Soil types evaluated for best fit Growers got a first-hand look at five PhytoGen Cottonseed varieties, including two to be considered for release in 2001, at a recent field day in Corcoran, Calif.

One of the two candidates, PHY 76 Pima, was developed with the goal of finding a variety that will mature earlier than PhytoGen's PHY 57 Pima, released in 1995, while maintaining PHY 57's high and stable yields.

In the company trials at 13 San Joaquin Valley locations from 1996 through 1999, PHY 76 yielded 1,292 pounds or 112 percent of the yields of the standard, Pima S-7, at those locations. However, in trials of the SJV Cotton Board at nine valley locations in 1998 and 1999, PHY 76 yields averaged 1,089 or 98 percent of S-7.

Match to soil type "For that reason," said PhytoGen's Dave Anderson, "we wanted to expand our testing program this year to learn what ground this cotton is best suited for and whether there were aberrations in testing." He urged growers to keep abreast of data from this year's trials and to evaluate it with S-7 in their own fields.

PHY 76, which shows fiber qualities equal or superior to S-7, is scheduled for SJVCB consideration for release in March 2001.

Scheduled for the board's review at the same time is PHY 72 Acala. It averaged 113 percent of the Maxxa standard yields in 1998 and 1999 SJVCB tests at 15 locations, and 115 percent of Maxxa in PhytoGen trials during 1996-999 at 16 locations.

Its agronomic qualities include a wilt rating of 130 percent of the standard, and its fiber qualities include fiber elongation 117 percent of the standard, although its fiber uniformity is 99 percent of Maxxa. It is slightly taller and has about the same maturity as the standard.

Phytogen's John Palmer said they do not release a variety unless it achieves at least a 6 percent improvement over the standard. In only one company trial, did it show less yield than Maxxa, at Lost Hills in 1998 when the yield on highly saline soil was 97 percent of Maxxa.

"Optimum yields is about all you have to know about PHY 72," he added. "This variety has a smaller boll packed with lint and a smaller seed. Because of the smaller seed you have to be careful not plant at the same rate as Maxxa."

Niche cotton Turning to PhytoGen 33 Acala, Palmer said it is a niche cotton for tough, salty or alkaline ground. It showed yields 103 percent of Maxxa in University of California trials at 16 valley locations in 1998 and 1999 and 105 percent of Maxxa in company trials at 17 locations in 1997-99.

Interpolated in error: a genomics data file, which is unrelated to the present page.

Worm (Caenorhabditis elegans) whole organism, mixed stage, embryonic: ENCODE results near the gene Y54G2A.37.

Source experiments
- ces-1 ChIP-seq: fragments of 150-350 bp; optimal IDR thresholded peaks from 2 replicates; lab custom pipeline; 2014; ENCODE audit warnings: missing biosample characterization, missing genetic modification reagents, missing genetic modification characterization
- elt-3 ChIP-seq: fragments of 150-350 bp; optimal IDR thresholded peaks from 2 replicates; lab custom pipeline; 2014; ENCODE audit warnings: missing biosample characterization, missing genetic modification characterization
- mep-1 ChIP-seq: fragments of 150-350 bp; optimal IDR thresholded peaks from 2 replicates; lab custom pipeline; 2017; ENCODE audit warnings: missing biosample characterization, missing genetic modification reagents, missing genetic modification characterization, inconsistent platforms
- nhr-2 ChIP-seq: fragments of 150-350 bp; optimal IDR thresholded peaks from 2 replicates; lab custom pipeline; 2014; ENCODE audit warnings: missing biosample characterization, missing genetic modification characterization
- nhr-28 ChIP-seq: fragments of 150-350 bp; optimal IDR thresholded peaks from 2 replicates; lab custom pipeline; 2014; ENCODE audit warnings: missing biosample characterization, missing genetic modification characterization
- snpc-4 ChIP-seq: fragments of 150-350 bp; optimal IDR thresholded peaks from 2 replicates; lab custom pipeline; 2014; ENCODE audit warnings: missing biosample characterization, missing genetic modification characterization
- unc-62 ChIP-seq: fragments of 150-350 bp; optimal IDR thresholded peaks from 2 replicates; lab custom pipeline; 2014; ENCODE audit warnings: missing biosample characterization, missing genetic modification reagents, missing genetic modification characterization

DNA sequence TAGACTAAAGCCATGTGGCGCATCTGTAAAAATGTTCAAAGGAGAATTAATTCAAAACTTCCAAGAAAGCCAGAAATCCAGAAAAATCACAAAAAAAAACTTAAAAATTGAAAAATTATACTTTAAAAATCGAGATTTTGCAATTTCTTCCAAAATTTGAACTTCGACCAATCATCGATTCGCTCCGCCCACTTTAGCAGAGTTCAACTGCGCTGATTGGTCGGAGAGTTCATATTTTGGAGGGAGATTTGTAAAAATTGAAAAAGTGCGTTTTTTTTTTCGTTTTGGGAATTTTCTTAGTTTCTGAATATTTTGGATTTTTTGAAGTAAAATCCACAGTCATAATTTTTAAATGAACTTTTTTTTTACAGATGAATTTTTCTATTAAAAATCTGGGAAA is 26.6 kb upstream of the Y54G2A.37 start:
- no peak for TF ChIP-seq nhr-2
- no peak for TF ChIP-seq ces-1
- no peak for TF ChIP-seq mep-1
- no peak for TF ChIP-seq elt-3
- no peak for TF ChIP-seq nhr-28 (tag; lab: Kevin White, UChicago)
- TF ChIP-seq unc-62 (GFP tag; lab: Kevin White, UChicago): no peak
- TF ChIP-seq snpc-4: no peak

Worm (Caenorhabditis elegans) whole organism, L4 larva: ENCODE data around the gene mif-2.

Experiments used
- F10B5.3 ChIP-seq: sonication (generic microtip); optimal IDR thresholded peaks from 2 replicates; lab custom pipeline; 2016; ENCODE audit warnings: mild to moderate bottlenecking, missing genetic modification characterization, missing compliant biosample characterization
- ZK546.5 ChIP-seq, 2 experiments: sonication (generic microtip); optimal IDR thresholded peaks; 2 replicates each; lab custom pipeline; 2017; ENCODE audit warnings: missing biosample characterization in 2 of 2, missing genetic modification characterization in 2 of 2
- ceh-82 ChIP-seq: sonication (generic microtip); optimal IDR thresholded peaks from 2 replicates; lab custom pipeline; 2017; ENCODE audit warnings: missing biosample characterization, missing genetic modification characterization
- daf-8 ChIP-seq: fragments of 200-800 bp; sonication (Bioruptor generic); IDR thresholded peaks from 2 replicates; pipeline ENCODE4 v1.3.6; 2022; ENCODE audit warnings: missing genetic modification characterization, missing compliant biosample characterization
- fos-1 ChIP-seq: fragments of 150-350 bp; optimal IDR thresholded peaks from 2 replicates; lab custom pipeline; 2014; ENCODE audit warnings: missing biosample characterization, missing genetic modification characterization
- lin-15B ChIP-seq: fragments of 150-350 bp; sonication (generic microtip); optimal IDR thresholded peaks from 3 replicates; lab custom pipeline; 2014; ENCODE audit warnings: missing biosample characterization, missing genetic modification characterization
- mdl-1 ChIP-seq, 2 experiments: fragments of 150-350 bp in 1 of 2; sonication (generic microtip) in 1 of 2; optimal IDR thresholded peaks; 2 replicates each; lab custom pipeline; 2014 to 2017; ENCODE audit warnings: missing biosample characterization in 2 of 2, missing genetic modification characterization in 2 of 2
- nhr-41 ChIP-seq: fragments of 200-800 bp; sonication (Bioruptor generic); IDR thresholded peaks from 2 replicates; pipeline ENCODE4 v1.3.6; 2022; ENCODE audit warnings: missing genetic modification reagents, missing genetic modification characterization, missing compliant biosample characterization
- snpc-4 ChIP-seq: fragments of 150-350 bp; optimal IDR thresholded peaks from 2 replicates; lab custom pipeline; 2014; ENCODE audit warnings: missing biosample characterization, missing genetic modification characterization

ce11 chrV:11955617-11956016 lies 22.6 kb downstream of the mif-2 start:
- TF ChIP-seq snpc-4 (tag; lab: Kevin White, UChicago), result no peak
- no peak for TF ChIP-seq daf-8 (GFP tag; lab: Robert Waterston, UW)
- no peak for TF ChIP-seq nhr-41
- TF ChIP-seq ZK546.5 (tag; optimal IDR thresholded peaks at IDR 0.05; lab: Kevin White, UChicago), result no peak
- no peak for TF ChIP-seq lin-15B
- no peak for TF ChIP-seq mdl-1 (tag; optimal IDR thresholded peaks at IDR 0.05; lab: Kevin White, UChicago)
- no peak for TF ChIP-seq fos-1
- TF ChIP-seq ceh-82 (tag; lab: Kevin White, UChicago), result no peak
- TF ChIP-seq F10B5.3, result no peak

"It requires more water management, such as you might give the old SJ-2, and lots more Pix, probably double what you'd apply for Maxxa. It puts the early bolls well off the ground so the picker can reach them."

Another benefit of PhytoGen 33 is high seed yields. Seed supplies are limited, and the company expects PHY 72 to eventually replace it.

PhytoGen 78 Acala, in the early stages of development, showed 106 percent of Maxxa yields at 1999 SJVCB trials at four valley sites. An early maturity variety, it placed high the board's screening program last year and has two more years of board testing ahead of it.

Joel Mahill, PhytoGen's station manager and breeder at Corcoran, noting the goal of the breeding program is to achieve highest possible yields, said PHY 78 registered a 119 percent yield rating against Maxxa in company tests at 12 locations in 1997-99.

Highly adaptive "But its strength is not only in yield potential. It has adaptability to conditions up and down the valley. Adaptability, or the accumulation of positive, favorable traits, is as much genetically controlled as yield, or fiber properties or boll size," he said. Various genetically modified traits of Bt resistance and herbicide tolerance are being introduced to it.

Mahill said PHY 78, which also has good wilt tolerance, could fill the need for an earlier maturing Acala in the valley.

PHY 57 Pima, also known as PSC 57, was released in 1995 and showed 102 percent of the yield of Pima S-7 in SJVCB trials in nine locations during 1995-97 and 107 percent of the yield of Pima S-7 in company trials at 16 locations during 1996-99.

PHY 57 is taller and five to seven days later in maturity than S-7 and gin turnout slightly less than the standard. HVI Fiber elongation tests show a 14 percent advantage over S-7 but a micronaire reading of 94 percent of S-7.

PHY 57 requires experience and skill in water management, and to regulate vegetative growth, bloom should be visible before irrigation.